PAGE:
GC: Cemetery tours offer education in alternative setting
Sept. 30, 2011 at 4:30 a.m.
Not many people make the claim that they can resurrect the dead.
For two days in October, Victoria Preservation Inc. Executive Director, Gary Dunnam, brings one of the cemeteries on Vine Street in Victoria to life, almost literally, under Dunnam's power of resurrection: research.
"I go through the cemetery, with Bonnie Green, and we decide what characters will be on the tour," said Dunnam.
Green is the chairwoman of the cemetery tours.
Once the characters are chosen, 10 when the tour is finalized, Dunnam begins his trip to and fro between his office at 205 W. Goodwin St. and the Victoria Public Library. He buries himself in newspapers or microfilm, learning about the pasts of Victoria's historical figures.
"We want people to have a sense of what people were like back then," he said.STRICTLY HISTORICAL RE-ENACTMENT
Despite the timing of the tours around Halloween, the graveyard tours are not meant to be spoofs or scary for that matter. Instead, they are put together to educate the community.
"We don't try to make it spooky, but it does happen at night," he said.
The tours take place in the heart of the cemetery with different gravestones serving as the setting for the characters.
This year's graveyard tour, named "Speak, Memory," is set in the Catholic Cemetery No. 1, off Vine Street.
Each tour will take between an hour-and-a-half to just under two hours to complete.
"The tour is split in groups of 15 to 20 people," he explained. "Each group
will begin at one point and rotate until each group has heard from each character."
Each character, on the other hand, will have roughly 10 minutes to tell his or her story, which Dunnam writes.
"Generally, there is too much information in there, and I write about 10 minutes of script. We ask (the actors) to keep it at about seven to eight minutes and to be familiar with the things in the script," said the VPI executive director. "You may not hear the same thing in every group ... We really want to convey that (the guests) are really talking to this person."MOVING PERFORMANCES
As part of the actors' performances, they are in charge of making their role as believable as possible. They wear ensembles from the appropriate era, include props from professions the character held and other characteristics that Dunnam discovers through his research, which also may include speaking with family members of the deceased.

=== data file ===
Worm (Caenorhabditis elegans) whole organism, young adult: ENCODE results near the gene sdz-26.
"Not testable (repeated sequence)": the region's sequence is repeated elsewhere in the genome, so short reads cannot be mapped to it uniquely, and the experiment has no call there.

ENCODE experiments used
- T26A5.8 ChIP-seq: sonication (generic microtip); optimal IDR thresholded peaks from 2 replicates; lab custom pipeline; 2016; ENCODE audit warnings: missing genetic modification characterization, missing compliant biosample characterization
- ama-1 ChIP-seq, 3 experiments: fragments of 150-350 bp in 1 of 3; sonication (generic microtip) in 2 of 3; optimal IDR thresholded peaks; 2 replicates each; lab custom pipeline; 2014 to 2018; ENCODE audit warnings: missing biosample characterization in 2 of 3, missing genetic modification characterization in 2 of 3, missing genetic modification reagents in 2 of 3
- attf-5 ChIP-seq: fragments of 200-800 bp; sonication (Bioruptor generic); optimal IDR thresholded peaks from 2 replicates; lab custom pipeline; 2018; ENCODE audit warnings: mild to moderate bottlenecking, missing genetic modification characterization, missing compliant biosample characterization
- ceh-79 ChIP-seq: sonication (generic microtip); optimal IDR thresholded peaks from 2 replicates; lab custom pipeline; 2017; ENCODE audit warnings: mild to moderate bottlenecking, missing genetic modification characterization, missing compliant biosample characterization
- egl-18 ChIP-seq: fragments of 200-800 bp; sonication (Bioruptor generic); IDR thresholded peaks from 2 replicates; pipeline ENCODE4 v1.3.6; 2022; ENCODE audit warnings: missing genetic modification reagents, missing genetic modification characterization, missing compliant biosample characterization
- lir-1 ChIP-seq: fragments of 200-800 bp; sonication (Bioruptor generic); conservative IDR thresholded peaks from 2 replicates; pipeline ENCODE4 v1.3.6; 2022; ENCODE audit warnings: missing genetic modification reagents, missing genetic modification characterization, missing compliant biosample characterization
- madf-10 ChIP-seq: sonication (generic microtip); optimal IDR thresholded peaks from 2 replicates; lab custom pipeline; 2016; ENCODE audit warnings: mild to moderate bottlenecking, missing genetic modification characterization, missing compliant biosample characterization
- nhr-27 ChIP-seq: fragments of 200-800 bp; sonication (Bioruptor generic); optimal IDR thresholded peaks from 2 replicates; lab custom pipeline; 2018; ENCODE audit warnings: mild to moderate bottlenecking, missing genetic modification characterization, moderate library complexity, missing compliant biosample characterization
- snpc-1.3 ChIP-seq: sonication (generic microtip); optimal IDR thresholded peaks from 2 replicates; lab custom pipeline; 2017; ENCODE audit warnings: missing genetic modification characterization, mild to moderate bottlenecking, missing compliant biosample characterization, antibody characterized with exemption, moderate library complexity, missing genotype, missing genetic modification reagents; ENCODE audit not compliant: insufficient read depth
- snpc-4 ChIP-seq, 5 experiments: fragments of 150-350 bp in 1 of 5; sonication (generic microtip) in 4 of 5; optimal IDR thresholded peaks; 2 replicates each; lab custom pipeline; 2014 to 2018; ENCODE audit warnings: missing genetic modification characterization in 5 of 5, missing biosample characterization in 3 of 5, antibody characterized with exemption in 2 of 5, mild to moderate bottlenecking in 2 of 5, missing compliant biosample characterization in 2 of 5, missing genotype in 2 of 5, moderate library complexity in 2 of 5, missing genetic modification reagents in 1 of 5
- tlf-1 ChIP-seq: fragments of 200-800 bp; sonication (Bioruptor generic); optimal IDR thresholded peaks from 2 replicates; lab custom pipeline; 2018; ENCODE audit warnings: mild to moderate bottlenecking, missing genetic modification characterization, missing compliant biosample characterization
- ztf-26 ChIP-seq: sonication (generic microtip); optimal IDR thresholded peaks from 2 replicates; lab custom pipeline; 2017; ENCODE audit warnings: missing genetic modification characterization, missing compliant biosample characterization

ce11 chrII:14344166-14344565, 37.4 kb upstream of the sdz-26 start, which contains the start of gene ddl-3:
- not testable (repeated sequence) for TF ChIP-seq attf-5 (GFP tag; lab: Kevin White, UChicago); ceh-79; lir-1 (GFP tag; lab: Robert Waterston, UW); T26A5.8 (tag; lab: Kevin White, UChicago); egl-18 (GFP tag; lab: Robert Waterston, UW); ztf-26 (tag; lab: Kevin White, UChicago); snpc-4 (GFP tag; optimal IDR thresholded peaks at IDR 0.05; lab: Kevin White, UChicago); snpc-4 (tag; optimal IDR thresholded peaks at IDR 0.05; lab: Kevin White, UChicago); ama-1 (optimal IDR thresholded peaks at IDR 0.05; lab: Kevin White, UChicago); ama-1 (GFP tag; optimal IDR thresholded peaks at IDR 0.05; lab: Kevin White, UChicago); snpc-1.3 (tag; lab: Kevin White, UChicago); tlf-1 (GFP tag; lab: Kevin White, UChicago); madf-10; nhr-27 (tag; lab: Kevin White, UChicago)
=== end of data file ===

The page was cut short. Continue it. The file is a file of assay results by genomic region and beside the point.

Green remembers her past roles in the tours.
"I've been lucky with the previous gals I did. Selina Dupre was the first one, and then I did Rosa Sitterle Fritz the year before last. They were older, so I have the white wig with the bun," said Green.
She said the costuming and the research are very important parts of the performance. All of the pieces come together on the tour to create a believable portrayal.
Dunnam recalled the 2009 tour when one of the actors, Callan Welder, made such a compelling performance that it generated an emotional response from one of the audience members.
"Two years ago, I chose a character, Charles Beyer, who was a young man who was taken into World War I, and he died of the Spanish influenza," Dunnam said. "Charles Beyer got on the boat and left. And when he stepped off the boat in France, within a day or so, he died ... Callan was really good. He said to the group 'Parents pin their best hopes on their children, and sometimes terrible things happen.'"
Dunnam said one of the woman standing nearby during the performance burst into tears, and conjured tears in his own eyes, as well.
"He nailed that phrase and that performance," said the amateur scriptwriter. Educational and Entertaining
Dunnam said the idea for the tours came from area teachers who were looking for a way to educate school-aged children.
Dunnam began the tours in 1996, with three or four re-enactors during the day for the schools.
The tours served as a way for the students to learn about area history through characters who lived during interesting moments in time or played important roles as professionals or individual actions.
The tours were in May and later moved to October to get the re-enactors and students out of the South Texas heat. Then, they became later and were opened to members of the community.
"We've had a great response from the public. I mean, we keep selling out," Dunnam said of the tour's popularity. The tours, at one point, were scheduled on one night, and now are split into two nights that can accommodate almost 300 guests a night.
VPI will have 600 tickets available this year, which will only be sold in advance at various locations in Victoria.
Profits from the cemetery tour go toward the VPI office, and grants for historic property owners. VPI allocates money from its various fundraising events for grants to restore homes and buildings.
"We make it possible for people to fix up or redo, whatever they need, to keep our history alive," Green said. "If we don't do this, there's going to be nothing physical for our young people to have as a reference for how things were - to me that is just scary. We owe it to ourselves and our youth to restore as many of these fantastically wonderful old homes and buildings as we can. Otherwise, when they're gone, there's no replacing them."
The tours begin promptly at 7 p.m. and the gates will be closed after the tours start.
"It's entertaining and it's educational. I never imagined this would be this popular," Dunnam admitted. "I think it's a great idea."